This valuation also includes significant stockpiles of copper and gold in ore and in the tailings dam, which amount to 87,000 oz. of gold and 10,900 tonnes of copper. While the company cautions that it’s got more work to do on establishing the route to extract this metal, we are assuming fairly modest recovery levels of 60% for both gold and copper, respectively.

Secondly, we mentioned the company’s cash generation, which is prodigious. We estimate that during the 13 years from 2020-32, the annual free cashflow (defined as net income + depreciation and amortisation – capital expenditure) will average $20m.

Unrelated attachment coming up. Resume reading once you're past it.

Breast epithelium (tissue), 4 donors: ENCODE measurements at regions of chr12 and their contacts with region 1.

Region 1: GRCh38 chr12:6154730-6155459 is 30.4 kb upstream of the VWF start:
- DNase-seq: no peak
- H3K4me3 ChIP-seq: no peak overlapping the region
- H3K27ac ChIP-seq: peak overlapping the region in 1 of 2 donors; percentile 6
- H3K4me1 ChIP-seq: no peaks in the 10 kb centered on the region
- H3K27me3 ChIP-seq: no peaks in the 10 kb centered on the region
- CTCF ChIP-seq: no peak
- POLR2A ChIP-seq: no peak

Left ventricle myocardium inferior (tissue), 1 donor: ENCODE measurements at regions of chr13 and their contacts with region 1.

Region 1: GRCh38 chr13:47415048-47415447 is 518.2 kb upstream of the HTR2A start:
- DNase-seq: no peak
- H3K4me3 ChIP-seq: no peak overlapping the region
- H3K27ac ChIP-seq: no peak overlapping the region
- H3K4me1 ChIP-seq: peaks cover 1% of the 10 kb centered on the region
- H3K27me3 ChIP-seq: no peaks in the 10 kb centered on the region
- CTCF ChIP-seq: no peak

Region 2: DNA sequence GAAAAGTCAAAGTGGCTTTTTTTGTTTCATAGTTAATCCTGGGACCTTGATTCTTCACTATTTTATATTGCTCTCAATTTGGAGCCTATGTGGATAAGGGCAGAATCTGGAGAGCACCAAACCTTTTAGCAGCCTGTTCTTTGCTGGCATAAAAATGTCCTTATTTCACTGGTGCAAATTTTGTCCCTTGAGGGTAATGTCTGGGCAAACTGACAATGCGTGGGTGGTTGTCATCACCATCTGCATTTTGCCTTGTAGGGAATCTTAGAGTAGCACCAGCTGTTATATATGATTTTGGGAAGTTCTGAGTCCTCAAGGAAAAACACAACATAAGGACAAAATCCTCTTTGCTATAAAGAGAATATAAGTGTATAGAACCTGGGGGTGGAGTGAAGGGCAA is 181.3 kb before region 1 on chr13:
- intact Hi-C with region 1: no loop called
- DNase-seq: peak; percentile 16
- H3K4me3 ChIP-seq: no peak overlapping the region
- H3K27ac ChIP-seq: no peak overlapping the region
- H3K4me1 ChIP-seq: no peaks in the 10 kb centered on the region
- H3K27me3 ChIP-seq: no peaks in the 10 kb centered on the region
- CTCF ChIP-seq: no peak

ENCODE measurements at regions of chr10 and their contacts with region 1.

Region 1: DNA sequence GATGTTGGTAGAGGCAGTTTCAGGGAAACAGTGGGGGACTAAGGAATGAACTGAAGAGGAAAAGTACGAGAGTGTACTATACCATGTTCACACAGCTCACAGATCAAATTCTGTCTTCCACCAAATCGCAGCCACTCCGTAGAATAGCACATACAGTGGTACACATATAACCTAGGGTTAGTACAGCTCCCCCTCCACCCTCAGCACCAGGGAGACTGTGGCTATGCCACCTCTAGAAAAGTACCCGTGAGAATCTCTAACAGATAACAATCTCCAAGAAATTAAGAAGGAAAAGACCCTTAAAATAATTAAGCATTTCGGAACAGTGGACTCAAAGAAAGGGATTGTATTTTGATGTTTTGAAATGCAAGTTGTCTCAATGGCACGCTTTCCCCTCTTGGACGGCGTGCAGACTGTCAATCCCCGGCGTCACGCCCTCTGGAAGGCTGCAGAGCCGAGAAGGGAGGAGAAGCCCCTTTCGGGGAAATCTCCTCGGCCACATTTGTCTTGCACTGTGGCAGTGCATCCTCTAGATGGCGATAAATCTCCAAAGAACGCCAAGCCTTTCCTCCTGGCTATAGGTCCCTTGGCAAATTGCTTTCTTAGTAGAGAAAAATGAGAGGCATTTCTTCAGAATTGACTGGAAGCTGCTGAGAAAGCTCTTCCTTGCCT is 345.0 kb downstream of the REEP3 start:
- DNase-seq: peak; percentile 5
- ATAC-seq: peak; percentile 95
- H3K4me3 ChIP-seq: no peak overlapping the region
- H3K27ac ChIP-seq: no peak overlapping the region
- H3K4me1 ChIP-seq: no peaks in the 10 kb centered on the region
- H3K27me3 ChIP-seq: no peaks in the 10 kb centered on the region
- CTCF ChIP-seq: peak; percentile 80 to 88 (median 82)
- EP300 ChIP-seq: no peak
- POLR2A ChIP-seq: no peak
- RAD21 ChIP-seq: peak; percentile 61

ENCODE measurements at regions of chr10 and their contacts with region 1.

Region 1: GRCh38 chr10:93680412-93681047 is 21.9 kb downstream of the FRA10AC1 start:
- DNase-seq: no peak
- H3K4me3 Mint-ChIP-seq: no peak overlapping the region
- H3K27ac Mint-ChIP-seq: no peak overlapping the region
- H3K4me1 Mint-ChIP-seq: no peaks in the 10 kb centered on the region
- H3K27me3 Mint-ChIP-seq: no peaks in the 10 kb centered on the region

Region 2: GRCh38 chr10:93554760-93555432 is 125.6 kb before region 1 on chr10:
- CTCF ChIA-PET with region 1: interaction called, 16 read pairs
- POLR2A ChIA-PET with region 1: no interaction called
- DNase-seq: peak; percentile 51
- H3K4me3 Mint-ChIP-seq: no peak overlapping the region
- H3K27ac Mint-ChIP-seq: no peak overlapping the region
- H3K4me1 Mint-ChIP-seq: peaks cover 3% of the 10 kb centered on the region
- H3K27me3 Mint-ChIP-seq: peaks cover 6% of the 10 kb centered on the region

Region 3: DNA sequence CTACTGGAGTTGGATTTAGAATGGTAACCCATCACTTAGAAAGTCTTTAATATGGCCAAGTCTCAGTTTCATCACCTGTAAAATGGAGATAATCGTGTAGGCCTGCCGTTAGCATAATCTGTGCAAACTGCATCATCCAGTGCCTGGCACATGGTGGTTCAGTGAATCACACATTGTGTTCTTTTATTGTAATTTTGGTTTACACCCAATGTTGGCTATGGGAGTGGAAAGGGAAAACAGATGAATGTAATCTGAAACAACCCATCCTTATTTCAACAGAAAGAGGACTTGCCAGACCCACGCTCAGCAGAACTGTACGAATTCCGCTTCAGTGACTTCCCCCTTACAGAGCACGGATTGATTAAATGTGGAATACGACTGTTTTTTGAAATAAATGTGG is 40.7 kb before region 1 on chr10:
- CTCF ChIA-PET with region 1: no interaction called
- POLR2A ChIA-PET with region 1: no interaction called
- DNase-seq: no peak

During the forecast period, we estimate the aggregate free cashflow generation will be $258m, far in excess of the stock’s current market capitalisation of $177m. Obviously, if it doesn’t find some attractive new mines to invest in, the company will need to significantly increase its pay-out ratio, which is currently set at 25%.

Finally, in terms of the current year, we estimate a free cashflow yield of 19.3% and if the company pays a 10.5c/share dividend as we expect, it implies a dividend yield on the stock of 6.8%.